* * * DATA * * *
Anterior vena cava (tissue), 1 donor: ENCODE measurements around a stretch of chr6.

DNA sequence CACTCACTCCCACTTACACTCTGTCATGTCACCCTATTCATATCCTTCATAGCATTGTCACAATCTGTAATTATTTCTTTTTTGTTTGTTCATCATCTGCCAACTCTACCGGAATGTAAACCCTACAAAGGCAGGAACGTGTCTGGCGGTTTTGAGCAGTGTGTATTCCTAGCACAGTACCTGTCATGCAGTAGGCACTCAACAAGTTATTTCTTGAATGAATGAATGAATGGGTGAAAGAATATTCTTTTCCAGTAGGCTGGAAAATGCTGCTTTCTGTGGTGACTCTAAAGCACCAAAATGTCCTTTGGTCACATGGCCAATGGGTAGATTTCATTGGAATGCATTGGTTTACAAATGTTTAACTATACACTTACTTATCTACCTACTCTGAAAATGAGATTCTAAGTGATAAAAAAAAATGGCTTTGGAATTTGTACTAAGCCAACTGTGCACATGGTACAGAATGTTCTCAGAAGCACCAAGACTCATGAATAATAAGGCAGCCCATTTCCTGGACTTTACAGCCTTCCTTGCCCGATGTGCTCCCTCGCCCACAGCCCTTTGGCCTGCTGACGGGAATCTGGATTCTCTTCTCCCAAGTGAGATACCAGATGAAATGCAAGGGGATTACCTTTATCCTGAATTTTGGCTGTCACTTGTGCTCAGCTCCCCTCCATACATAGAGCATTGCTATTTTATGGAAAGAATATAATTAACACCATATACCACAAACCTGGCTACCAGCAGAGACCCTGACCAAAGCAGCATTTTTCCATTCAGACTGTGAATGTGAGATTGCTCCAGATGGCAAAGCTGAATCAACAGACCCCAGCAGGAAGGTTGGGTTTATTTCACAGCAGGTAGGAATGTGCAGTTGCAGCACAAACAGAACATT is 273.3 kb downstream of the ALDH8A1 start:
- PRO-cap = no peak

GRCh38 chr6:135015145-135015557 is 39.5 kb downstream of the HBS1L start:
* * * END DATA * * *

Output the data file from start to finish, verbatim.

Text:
Anterior vena cava (tissue), 1 donor: ENCODE measurements around a stretch of chr6.

DNA sequence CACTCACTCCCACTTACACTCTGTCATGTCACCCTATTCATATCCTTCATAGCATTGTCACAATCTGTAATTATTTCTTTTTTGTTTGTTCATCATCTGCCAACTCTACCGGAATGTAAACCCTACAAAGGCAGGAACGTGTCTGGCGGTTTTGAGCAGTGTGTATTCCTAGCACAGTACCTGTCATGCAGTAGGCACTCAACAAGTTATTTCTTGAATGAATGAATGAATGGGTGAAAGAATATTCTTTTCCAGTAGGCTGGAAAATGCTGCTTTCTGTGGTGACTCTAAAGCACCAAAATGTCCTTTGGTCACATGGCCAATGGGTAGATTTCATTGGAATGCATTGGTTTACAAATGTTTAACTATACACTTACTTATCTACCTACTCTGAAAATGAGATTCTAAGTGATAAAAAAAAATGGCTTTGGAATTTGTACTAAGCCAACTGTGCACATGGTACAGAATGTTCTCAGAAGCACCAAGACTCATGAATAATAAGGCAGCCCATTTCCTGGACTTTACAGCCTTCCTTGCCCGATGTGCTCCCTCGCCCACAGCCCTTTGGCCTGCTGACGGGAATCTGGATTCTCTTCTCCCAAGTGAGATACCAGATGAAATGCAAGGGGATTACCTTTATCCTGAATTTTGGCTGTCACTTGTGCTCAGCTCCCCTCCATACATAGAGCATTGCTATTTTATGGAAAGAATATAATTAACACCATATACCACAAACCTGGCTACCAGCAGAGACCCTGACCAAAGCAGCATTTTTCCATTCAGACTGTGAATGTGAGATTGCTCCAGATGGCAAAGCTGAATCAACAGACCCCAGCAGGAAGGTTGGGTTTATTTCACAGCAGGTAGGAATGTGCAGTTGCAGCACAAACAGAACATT is 273.3 kb downstream of the ALDH8A1 start:
- PRO-cap = no peak

GRCh38 chr6:135015145-135015557 is 39.5 kb downstream of the HBS1L start: